Q 1. So if cowpea is grown, can cut fodder be taken from the rubber farm to raise goats/ cattle? After all, raising goats and cattle can de-risk rubber cultivation (Since I remember cases of Kerala rubber farmers committing suicide in 2002-2003 due to low rubber prices).
mathew: you can some extend of green fodder from rubber plantation. only thing you have to cut the grass and feed RUbber planation is mono cultivation and risk of cultivation should be proportionate. if you have 10acere land never ever cultivate all 10acere with rubber. however chance for carshing rubber price to the level of Rs 30/kg is very very less. 1st of all rubber is in commodity market now and there are lots of hedging done, secondly demand for natural rubber increase every day. However the worst and most challange in rubber plantation in labour. Days are not too far number of planation become idal due to labour shortage just like people abandended tea gardens in east
I think I am now convinced of the economics which holds so long as the price of rubber stays at 150+ rs per kg. If like in 2003, it crashes to 30 rs per kg levels, a de-risking strategy might be useful.
I have to admit, I might be wrong about pepper vines on rubber – it’s all from memory - maybe it was betel vine or some other creeper or the rubber farm was not maintained. I did not look for the tapping cuts on those trees, though I think some rain guards and tapping marks were there on some of the other trees in the farm.
As regards rubber inter-cultivation in China, Laos, etc, I guess the lower tree density must be allowing the growth of tea in rubber estates there. However, if as Mathew says, the roots are fine and spread over top soil, then tea plucking activities can damage them. Q 2. I wonder how that is reconciled.
MATHEW : YES IN SOME PART OF KERALA SPECIALLY HILLY ARE TEA GARDEN HAS INTERCROPPED IN RUBBER. HOWEVER TEA IS NOT GROWN IN ALL PLACE OF RUBBER. I DO NOT HAVE ANY IDEA TO LINK TEA CULTIVATION TO YEILD OF RUBBER. Better if you could check with rubber board.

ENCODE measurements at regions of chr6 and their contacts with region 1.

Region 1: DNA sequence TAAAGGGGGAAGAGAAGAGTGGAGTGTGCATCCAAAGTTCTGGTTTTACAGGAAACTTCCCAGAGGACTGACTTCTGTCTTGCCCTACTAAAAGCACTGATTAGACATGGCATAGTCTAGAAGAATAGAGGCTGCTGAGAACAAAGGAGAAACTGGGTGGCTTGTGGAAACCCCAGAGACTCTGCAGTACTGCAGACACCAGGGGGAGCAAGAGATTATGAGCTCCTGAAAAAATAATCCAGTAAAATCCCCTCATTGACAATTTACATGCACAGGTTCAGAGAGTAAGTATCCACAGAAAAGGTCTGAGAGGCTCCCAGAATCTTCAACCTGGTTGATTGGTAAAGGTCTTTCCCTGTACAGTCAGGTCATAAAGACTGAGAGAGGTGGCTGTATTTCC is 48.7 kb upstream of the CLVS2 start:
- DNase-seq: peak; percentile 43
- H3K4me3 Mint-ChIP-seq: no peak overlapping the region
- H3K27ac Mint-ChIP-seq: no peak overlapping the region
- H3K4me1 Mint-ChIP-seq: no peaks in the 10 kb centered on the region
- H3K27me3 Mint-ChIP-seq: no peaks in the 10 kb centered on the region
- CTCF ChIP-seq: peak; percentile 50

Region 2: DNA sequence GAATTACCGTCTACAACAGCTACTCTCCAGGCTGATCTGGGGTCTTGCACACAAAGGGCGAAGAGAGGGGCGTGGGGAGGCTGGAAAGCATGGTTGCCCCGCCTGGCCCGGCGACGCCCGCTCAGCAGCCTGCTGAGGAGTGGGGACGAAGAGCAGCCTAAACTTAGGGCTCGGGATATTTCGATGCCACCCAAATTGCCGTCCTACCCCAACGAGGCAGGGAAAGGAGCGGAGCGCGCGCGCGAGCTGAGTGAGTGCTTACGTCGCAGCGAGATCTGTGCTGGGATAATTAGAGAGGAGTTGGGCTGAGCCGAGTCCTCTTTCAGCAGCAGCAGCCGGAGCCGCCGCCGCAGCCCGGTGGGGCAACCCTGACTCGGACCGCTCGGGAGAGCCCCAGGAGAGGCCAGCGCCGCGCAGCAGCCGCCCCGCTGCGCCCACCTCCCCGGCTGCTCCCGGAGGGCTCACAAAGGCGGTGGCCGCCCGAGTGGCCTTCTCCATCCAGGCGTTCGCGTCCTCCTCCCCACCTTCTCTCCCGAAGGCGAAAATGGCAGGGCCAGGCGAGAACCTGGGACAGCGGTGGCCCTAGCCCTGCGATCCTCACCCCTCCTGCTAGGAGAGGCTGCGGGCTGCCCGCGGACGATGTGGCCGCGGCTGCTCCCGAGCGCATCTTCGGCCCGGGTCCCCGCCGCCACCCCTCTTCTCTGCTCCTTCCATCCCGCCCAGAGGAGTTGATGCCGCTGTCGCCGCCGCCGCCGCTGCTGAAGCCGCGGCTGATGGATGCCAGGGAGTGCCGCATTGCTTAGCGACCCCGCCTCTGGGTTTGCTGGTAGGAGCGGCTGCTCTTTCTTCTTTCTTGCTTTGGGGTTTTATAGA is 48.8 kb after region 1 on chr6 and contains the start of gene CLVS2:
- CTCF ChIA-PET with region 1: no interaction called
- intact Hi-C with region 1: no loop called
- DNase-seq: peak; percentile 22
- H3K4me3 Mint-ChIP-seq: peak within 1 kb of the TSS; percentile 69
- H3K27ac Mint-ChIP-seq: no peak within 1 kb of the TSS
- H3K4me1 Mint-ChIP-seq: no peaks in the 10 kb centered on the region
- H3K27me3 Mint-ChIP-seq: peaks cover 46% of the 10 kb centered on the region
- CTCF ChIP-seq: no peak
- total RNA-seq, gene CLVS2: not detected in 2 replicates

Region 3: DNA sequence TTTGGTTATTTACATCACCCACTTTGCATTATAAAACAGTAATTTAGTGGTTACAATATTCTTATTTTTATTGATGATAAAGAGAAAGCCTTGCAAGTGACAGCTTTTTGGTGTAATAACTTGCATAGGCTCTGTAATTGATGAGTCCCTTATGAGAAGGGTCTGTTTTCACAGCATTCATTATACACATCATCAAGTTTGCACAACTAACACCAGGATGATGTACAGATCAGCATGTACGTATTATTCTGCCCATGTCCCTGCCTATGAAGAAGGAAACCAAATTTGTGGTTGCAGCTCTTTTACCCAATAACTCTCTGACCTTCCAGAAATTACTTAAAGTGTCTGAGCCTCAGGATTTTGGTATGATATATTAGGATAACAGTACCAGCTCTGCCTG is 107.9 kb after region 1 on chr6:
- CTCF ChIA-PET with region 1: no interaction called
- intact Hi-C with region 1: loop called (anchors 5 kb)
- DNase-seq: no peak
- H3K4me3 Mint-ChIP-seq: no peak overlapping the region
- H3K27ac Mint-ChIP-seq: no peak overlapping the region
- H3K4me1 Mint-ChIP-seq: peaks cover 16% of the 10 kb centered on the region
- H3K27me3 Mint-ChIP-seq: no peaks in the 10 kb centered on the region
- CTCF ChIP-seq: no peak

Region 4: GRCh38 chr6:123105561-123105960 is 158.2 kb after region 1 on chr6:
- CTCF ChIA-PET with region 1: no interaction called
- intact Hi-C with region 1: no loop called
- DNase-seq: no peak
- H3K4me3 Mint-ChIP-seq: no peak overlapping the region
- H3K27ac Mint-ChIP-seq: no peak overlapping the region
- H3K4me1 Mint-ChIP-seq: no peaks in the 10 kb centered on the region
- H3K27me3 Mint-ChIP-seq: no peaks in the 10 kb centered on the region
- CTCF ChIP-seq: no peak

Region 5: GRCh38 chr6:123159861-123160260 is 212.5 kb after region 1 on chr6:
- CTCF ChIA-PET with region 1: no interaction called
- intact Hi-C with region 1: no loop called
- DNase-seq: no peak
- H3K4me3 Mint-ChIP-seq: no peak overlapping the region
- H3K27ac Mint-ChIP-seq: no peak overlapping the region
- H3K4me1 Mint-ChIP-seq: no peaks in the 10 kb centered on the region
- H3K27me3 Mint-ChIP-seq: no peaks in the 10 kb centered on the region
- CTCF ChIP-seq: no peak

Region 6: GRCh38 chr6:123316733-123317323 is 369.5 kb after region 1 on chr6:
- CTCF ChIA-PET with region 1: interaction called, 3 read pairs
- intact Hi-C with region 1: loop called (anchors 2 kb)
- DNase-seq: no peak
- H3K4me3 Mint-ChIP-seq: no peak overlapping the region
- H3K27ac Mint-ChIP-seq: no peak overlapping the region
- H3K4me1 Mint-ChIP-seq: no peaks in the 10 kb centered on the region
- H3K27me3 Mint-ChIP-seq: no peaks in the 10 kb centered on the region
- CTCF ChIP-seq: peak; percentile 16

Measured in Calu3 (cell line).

Q 3. Mathew, I am not sure, but I think rubber is a tap root tree. Hence how is there many roots on the top soil? Is it because of the practice of spreading manure between four trees that the rubber tree is forced to grow side-ways roots to reach the manure/fertilizer?
Mathew: Yes it is tap root tree. however there are many roots on the top soil and it is very necessary too. seen that damages to small roots spread on top soil reduce yeild of latex
Q 4. Can Biju/Mathew elaborate if you have seen or heard of double row planting in rubber? The robber board guidelines of 28 x 10 feet (8.75 m x 3 m) for inter-cultivation of cocoa seems to lend credence to the practice of wide single row planting, which in practice can be applied as double row planting too (Since in other agro-forestry guidelines, wide single row plantings can be made more resource-efficient with double row planting).
MATHEW : we have done one plot with new variety rubber deviating space suggested by rubber board. ie more density in acere. need to wait till more 3 years to understand whether it was good or not. however growth is restricteed.
Q 5. Can Biju/Mathew also tell us about mahogany border planting? I believe it is done with the intention to provide wind-break for rubber trees and also as a de-risking strategy.
mathew: do not have exact figures. however can do maximum in border. and ensure to do proper proning .
Q 6. So does rubber tree density reduce from the ideal 180-200 trees/acre because of mahogany trees planted on border with 10 feet interspacing?
mathew : no becuase that space/distance can be calculated from border too,. its basically depend on geography of yoru land
I would suggest, please viist model planation of rubber board and visit some farms . Rubber board is doing a great job in expanding plantation and they are very supportive in every aspects.